Dr. Hansen's three simple truths are: God is good, all the time; God works for good, in everything; and Trust God, no matter what. His book is appropriate for group or individual study, and is published by Inkwater Press, Portland, Oregon.

He includes numerous references to scripture, offers"'pauses for reflection" in each chapter, and concludes each truth with a personal experience, questions for discussion, practices to express each truth, a prayer, and an original short song.

I found Three Simple Truths to have great depth in meaning and a thorough exploration of the truths presented. I especially appreciated the"'pauses for reflection" and the many suggestions at the end of each chapter to expand my experience with the scriptures and each truth.  

I highly recommend exploring Three Simple Truths during this period in the church year called Ordinary Time, when I believe we are encouraged to deepen our moments with God in this church season.  

Jacquie Reed

Fishers, Indiana

June 6, 2014

What Pastor Spouses Want Their Congregations to Know

As some of us will be moving to new churches, it might be worth considering what you want your congregation to know. Here's my list. You might have a different one.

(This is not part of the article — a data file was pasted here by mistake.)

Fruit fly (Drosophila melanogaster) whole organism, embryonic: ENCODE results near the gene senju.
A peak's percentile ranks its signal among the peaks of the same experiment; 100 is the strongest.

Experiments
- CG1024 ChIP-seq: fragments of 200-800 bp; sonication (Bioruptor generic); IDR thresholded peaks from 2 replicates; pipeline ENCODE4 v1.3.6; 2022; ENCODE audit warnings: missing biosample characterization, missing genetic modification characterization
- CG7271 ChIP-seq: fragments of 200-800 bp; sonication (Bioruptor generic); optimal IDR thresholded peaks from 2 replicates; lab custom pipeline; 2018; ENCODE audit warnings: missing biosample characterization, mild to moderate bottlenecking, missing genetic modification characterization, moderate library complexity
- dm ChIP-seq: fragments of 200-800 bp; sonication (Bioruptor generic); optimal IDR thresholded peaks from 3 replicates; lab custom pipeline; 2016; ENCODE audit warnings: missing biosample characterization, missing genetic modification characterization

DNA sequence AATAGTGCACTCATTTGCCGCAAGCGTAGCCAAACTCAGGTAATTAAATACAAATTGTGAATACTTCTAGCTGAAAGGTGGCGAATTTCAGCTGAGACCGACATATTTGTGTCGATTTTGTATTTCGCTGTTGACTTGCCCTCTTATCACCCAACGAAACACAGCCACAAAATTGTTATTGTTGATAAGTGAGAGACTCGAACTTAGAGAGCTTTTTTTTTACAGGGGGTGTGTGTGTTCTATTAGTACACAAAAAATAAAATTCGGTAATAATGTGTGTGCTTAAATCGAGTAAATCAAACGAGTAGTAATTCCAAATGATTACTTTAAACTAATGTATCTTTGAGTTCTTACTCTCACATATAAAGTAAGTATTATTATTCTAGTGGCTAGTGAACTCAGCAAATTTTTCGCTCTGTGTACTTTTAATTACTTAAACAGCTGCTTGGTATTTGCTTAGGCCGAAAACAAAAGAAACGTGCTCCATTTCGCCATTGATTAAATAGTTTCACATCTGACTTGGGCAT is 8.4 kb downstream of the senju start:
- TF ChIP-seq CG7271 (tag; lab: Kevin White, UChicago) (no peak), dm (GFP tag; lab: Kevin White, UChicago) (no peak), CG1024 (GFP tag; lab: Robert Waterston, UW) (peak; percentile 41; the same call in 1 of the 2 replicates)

1. I don't play the piano. Might wish I did, but I don't.
2. I am not an extension of my spouse. I have my own views and convictions.
3. I don't carry messages to my spouse. For one reason, I might forget, but the other reason is that if you want to tell the pastor something, don't drag me into it.
4. You can talk to me about something other than the church.
5. Our children are our children. But please be sensitive to them, because they live in a glass house.
6. Don't come to visit me without calling in advance.
7. Criticism about the church or my spouse even if "given in love," is still criticism.
8. Christian people do not hurt their pastor by hurting me or the children. This happens more than you know.
9. I am not a co-pastor. Don't count on me to help on every committee or attend every church event.
10. I really do love the church, but I'm not married to it. Really.
11. I did not take a vow of poverty when my spouse decided to become a pastor. I appreciate and expect a fair salary as much as you do.
12. I really do appreciate all your support and have received many unexpected gifts of friendship.

I don't share all of these things immediately when going to a new place, because in time they will all come up naturally anyway. But I do stick to these principles and found the church people, not only understand, but appreciate knowing.

Blessings on you.

June 2, 2014

Is a Split Inevitable over the Homosexuality Issue in The United Methodist Church?